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'The Struggle'
an excerpt from 'Between Lives' by Dorothea Tanning

'Thus I have come one morning to the studio, into the litter and debris of last week and the day before. Tables hold fast under their load of tubes and brushes, cans and bottles interspersed with hair roller pins, that view of Delft, a stapler, a plastic tub of gypsum powder, a Polaroid of two dogs, green flashbulbs for eyes, a postcard picturing the retreating backs of six nudists on a eucalyptus-shaded path, a nibless pen, an episcope*. On the floor or on the wall or on the easel, a new surface waits whitely. (*An optical projector, no connection with Huish Episcope. - Editor's note)

Battle green, blood geranium, rubbed bloody black, drop of old rain. The canvas lies under my liquid hand. Explosia, a new planet invented with its name. That's what we paint for, invention. Unheard-of news, flowers, or flesh. "Not a procedure," I say to the room. "Nothing to do with twenty-four hours: just an admixture for all five senses, the sixth one to be dealt with separately."

Because this is only the beginning. A long flashed life, as they say, before dying. I am a fish swimming upstream. At the very top I deposit my pictures; then I die as they ripen and hatch and swim down, very playfully, because they are young and full of big ideas. Down and down, and finally, among the people who like to fish pictures, they are caught and devoured by millions of eyes.

In this artist's dream-plot there are only artist-scales, iridescent though they may be. And the rest? For thirty-five years, life was love, a second skin. Authoritative, instinctual love. Now life is life, sybaritic, an absolutely polished structure of skeletal simplicity. Uninvolved, uncommitted, underworn, deeply and evenly breathed. Its second plot, not life but art, unfolds painty wings each day to try the air, pushing out perhaps reluctant visions, uninvolved, yes, unaware of their public category.

It is one of those days and it is time to reconsider. Time to turn inside out before the first gesture. You have drawn up a stool and sit gazing at the first whiteness, feeling suddenly vulnerable and panic-stricken before your light-hearted intention. What has happened, where is the euphoria, the confidence of five minutes ago? Why is certainty receding like distance, eluding you, paling out to leave the whiteness as no more than a pitiless color? Is a canvass defiant, sullen? Something must be done.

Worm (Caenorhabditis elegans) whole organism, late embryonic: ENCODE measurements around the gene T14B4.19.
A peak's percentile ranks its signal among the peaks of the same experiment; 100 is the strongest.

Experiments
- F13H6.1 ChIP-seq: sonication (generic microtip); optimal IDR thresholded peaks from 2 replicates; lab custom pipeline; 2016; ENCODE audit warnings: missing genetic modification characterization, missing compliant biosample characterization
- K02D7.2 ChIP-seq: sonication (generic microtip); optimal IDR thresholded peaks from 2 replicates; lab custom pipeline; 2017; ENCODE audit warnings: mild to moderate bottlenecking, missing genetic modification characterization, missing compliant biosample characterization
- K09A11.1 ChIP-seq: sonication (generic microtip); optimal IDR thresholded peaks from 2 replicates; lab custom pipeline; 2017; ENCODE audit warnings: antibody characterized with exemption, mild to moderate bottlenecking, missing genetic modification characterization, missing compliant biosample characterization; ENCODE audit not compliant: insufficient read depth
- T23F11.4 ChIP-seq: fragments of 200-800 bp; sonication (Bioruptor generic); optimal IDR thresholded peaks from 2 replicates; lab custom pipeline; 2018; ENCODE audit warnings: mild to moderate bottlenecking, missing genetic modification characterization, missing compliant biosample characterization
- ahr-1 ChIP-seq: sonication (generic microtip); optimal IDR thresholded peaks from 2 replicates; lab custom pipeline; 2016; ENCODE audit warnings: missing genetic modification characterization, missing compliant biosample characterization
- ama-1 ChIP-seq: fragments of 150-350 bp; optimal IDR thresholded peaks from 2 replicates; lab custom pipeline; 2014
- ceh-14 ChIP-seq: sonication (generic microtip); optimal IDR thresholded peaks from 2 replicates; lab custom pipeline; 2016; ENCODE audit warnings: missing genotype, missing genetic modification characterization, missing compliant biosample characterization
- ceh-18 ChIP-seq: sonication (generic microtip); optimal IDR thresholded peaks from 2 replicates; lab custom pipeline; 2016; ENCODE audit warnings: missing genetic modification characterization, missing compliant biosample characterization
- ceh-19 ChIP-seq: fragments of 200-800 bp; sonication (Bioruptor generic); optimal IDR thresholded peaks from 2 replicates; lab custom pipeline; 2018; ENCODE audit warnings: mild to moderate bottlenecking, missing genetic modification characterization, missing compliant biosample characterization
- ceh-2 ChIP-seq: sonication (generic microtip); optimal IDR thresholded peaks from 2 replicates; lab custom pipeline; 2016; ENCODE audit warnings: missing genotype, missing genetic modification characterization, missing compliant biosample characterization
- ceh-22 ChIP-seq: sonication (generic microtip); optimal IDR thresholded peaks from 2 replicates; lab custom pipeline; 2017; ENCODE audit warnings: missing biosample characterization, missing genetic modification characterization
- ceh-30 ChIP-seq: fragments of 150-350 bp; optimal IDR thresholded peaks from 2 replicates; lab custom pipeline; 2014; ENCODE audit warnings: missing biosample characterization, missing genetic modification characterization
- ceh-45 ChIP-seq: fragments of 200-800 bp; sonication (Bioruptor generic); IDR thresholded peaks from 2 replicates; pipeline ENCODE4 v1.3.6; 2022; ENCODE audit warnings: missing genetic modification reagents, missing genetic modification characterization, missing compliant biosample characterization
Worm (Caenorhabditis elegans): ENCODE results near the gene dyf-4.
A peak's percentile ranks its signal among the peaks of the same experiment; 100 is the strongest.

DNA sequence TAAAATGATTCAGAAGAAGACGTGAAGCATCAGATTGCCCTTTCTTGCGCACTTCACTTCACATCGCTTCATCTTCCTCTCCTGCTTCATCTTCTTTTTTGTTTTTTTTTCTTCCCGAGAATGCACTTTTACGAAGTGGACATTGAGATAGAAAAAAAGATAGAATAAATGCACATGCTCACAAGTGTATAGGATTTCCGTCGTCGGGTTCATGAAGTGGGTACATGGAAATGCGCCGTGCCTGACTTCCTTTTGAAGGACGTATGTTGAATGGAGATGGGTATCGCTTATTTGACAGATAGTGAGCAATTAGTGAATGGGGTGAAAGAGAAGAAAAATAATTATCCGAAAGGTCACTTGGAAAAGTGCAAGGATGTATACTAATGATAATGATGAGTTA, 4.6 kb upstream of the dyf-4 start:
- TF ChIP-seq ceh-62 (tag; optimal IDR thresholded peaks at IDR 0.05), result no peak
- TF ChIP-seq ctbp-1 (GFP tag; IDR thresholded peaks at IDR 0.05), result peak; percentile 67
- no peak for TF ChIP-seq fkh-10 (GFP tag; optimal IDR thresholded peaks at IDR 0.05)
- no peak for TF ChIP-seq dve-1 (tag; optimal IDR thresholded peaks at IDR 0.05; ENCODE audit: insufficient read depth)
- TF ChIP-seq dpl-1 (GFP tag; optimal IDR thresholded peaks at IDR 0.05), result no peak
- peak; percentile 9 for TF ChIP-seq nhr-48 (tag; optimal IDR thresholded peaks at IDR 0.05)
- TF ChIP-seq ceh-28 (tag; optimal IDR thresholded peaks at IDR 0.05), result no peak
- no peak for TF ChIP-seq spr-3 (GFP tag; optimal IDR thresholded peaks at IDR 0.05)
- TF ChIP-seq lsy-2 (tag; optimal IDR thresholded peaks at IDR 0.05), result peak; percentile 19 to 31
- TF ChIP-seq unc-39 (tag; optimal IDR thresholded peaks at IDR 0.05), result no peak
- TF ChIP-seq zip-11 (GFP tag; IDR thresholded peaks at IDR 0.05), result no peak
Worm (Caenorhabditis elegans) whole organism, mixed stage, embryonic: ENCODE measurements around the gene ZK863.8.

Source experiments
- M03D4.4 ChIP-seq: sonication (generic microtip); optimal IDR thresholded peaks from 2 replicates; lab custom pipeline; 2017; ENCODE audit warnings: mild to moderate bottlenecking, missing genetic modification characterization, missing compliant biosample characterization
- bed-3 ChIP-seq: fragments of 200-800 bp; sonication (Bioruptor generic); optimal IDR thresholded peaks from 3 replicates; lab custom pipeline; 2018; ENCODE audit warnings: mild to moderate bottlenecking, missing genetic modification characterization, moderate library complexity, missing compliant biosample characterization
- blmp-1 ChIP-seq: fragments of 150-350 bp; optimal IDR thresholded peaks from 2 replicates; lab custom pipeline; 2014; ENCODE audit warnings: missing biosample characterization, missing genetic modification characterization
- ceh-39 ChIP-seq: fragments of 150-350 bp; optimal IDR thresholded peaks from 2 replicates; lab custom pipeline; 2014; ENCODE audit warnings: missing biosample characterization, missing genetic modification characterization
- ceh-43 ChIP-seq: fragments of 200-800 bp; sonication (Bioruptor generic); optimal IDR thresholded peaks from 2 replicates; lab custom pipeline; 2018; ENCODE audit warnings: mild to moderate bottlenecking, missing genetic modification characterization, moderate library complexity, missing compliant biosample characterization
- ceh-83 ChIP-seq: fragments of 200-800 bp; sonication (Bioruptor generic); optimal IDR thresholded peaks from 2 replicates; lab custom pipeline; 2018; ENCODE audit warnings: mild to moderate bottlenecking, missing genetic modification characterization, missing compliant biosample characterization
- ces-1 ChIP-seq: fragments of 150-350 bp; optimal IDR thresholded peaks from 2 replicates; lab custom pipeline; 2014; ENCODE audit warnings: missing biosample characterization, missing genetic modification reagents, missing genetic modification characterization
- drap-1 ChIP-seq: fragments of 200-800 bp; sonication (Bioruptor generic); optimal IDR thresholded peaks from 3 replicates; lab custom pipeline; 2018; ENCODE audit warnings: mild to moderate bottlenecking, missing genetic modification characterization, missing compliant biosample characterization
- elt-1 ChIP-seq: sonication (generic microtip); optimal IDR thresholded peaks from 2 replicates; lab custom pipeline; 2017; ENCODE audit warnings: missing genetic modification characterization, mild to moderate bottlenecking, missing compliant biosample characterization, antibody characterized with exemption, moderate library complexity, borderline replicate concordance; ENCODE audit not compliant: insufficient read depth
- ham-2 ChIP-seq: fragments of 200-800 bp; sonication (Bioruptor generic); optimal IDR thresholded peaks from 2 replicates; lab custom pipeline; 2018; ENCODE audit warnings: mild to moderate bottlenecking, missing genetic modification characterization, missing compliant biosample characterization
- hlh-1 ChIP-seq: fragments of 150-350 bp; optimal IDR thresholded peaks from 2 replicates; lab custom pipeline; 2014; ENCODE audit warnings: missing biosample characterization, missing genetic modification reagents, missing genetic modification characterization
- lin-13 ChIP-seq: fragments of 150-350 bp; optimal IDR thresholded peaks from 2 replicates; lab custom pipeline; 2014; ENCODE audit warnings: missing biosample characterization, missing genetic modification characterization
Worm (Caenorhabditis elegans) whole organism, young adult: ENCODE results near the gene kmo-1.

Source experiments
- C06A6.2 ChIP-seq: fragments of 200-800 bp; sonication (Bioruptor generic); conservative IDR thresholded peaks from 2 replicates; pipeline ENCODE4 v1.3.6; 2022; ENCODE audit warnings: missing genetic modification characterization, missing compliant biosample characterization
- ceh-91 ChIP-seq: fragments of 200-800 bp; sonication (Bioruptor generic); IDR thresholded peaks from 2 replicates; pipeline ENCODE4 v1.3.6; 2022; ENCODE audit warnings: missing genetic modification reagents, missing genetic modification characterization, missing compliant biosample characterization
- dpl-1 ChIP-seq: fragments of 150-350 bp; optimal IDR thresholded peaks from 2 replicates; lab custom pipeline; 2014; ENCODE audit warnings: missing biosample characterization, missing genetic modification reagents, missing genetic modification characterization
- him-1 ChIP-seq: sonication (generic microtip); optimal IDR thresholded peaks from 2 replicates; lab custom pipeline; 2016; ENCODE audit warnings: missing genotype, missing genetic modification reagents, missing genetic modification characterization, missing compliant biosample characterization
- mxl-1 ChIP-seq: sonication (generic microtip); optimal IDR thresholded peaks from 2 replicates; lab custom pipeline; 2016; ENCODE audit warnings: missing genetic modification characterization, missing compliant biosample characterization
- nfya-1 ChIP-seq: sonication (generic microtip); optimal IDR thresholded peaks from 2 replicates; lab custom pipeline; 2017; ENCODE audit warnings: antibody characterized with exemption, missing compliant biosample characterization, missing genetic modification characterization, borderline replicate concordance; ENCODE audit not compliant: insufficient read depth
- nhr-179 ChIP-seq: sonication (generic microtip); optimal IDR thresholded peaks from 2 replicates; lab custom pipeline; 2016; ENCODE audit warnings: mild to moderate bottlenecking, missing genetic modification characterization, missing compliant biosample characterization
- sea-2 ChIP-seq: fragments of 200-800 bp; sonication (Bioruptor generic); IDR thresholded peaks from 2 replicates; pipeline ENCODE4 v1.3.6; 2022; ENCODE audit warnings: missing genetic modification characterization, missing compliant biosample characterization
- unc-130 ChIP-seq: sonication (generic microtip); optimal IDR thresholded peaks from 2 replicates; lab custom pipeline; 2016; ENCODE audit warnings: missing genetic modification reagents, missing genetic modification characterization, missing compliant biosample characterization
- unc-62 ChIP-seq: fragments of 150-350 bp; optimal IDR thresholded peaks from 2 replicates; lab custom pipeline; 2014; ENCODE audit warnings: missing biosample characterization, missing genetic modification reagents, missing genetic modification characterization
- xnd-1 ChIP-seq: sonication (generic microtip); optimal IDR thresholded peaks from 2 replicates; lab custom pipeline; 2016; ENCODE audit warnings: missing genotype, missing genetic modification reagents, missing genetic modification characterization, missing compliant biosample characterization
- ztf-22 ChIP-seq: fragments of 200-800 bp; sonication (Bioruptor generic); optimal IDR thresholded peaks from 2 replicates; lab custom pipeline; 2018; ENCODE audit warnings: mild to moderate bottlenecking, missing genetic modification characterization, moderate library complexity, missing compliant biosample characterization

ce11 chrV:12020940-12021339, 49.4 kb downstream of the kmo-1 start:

Ambivalent feelings, then, for the blank rectangle. On one hand the innocent space, possibilities at your mercy, a conspiracy shaping up. You and the canvass are in this together. Or are you? For, seen the other way, there is something queerly hostile, a void as full of resistance as the trackless sky, as mocking as heat lightning. If it invites to conspiracy it also coldly challenges to battle.

Quite mechanically during these first moments - hours? - the little bowl has been filled with things like turpentine and varnish; tubes of colour have been chosen, Like jewels on a tray, and squeezed, snaky blobs, onto a paper palette. The beautiful colors give heart. Soon they will explode. A shaft of cobalt violet. With echoes from alizarin and titanium and purple - which is really red. There is orange from Mars, mars orange. The sound of their names, like planets: cerulean and earthshadow, raw or burnt; ultramarine out of the sea, barite and monacal and vermillion. Siren sounds of cochineal and dragon's blood, and gamboge and the lake from blackthorn berries that draw you after them; they sing in your ear, promising that merely to dip a brush in their suavities will produce a miracle.